It’s hard to get a sense of how markets might travel this week. I think investors are still dealing with the disappointment of the non-taper and trying to work out when it might actually take place. The Federal Reserve is certainly taking a lot of flak over the decision – not because it’s well overdue, but because many feel they were misled. I can’t say I agree with that view though and I find myself in the unusual position of defending the Fed. To be frank, I think it was very vague in the lead up, there was a lot of indecision expressed in the Fed rhetoric and Bernanke had outlined quite clearly under what conditions it wouldn’t taper. How it came to be that September was a done deal I don’t know, but in my opinion, it had nothing to do with anything the Fed said. Not really helping, St Louis Fed President James Bullard said on Friday that the decision was ‘borderline’ and that the taper could start in October.
Anyway, with markets left wondering about that and not much else in the way of news flow, picking the dominant market moving theme for this week is difficult. It doesn’t look like it’s going to start well whatever the case, and stocks on Wall Street ended weaker on Friday — quite a bit weaker with the S&P500 off 0.7 per cent (1709), the Dow down 185 points (15,451) and the Nasdaq off 0.4 per cent (3774). Few reasons for buying I guess as markets digest Bullard’s comments and correct a little from the non-taper euphoria. There’s also renewed talk of the debt ceiling debate and that, while probably not causing any angst, isn’t exactly a reason to buy stocks either — especially when they’re up near record and everyone’s on about stretched valuations. By sector, basic materials, telecommunications and utilities were the hardest hit sectors, each down around 1.3 per cent — although all ended in the red.
Now over in Europe, falls were a little more modest, with the Dax off 0.2 per cent and CaC off 0.1 per cent, although the FTSE100 fell 0.4 per cent. The main news of course is the German election and it looks as though Angela Merkel won a fairly decisive victory. Now this is quite something, because if she does indeed pull lift off, and all indications are that she will, she would be the first Chancellor in about 50 or 60 years to win a third term. For the Christian Democrats as a whole, it’s best result for a party since reunification. Euro sceptics, the ‘kicking the can brigade’ need to take note of this result. It is significant, because all investors have read is how resentful the Germans have become about saving Europe – that’s not what this election result shows and in fact it is a huge endorsement of the Chancellor’s approach. That the FDP lost its position in the lower house – for the first time since 1949 – is also telling and shows the German people are committed to Europe, the bailouts and closer integration. What you would expect to see from that is a stronger euro, and a decent bid for European stocks tonight – the election result is a very positive signal for the eurozone as a whole. So far the euro is only about 20 pips or so high from Friday (1.3546). There is a possibility that this could spark some buying activity tonight. But otherwise all the signals are bad.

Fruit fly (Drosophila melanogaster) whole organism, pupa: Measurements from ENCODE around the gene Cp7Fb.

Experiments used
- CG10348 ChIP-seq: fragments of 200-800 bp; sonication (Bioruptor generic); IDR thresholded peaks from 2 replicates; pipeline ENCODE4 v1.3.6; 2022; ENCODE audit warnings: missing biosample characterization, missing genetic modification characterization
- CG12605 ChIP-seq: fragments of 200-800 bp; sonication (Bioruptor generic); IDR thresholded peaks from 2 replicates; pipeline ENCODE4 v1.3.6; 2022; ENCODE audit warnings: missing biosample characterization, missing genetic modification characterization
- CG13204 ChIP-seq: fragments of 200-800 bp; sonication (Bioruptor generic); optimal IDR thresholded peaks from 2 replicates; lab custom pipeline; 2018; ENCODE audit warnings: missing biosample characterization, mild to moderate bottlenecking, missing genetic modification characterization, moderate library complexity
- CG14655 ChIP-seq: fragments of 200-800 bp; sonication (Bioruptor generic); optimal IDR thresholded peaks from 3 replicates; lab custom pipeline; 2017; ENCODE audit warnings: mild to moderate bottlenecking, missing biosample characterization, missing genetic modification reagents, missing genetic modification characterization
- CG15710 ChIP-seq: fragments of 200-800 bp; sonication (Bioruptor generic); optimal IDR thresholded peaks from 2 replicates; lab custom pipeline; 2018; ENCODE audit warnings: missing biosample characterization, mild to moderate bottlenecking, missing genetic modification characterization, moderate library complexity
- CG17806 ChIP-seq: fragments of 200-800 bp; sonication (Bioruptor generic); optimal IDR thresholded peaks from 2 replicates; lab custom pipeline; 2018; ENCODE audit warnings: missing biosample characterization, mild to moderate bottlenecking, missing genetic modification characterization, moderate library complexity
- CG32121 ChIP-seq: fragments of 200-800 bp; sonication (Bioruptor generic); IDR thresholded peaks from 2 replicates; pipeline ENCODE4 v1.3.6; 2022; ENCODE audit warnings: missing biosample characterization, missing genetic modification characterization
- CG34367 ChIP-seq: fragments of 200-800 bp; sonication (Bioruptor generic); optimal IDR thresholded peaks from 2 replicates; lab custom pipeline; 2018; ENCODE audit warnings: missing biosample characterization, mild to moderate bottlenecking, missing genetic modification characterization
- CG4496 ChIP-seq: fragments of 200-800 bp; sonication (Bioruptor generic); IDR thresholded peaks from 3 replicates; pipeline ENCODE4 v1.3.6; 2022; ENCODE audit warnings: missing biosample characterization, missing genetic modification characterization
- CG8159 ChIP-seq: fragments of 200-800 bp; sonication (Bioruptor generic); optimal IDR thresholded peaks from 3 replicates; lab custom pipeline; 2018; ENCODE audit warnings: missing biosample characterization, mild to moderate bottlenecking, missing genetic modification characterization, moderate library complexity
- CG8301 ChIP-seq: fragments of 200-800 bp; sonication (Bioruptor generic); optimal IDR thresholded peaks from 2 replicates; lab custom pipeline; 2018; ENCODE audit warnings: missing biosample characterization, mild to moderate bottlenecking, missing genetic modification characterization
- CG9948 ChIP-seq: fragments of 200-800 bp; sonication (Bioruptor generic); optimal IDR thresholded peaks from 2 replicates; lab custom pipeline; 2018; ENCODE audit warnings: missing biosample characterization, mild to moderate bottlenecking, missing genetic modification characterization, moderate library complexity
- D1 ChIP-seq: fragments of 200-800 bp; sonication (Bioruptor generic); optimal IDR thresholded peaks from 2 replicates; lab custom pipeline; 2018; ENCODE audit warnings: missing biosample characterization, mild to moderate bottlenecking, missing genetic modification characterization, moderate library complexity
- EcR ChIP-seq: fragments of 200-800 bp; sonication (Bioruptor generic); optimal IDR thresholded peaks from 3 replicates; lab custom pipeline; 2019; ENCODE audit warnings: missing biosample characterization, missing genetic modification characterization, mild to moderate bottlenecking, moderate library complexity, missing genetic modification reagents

It’s noteworthy that commodities were belted again on Friday night – gold down $36, silver off 5.9 per cent, copper down 0.8 per cent and crude fell 1.6 per cent to $104.7. The Australian dollar is also weaker at 0.9372 from about 0.9440 – none of which is great for our market and indeed the SPI suggests Aussie stocks will fall 0.4 per cent today.
So as you can see its cross road territory at the moment – and the dataflow this week won’t really provide any guidance. Most of it concerns manufacturing or sentiment indicators – German IFO, the European PMIs and the like. Otherwise we get another estimate of US GDP. For Australia there is little. The Reserve Bank’s Financial Stability report might get some attention given recent chatter over lending standards, but that’s it really.
Have a great week.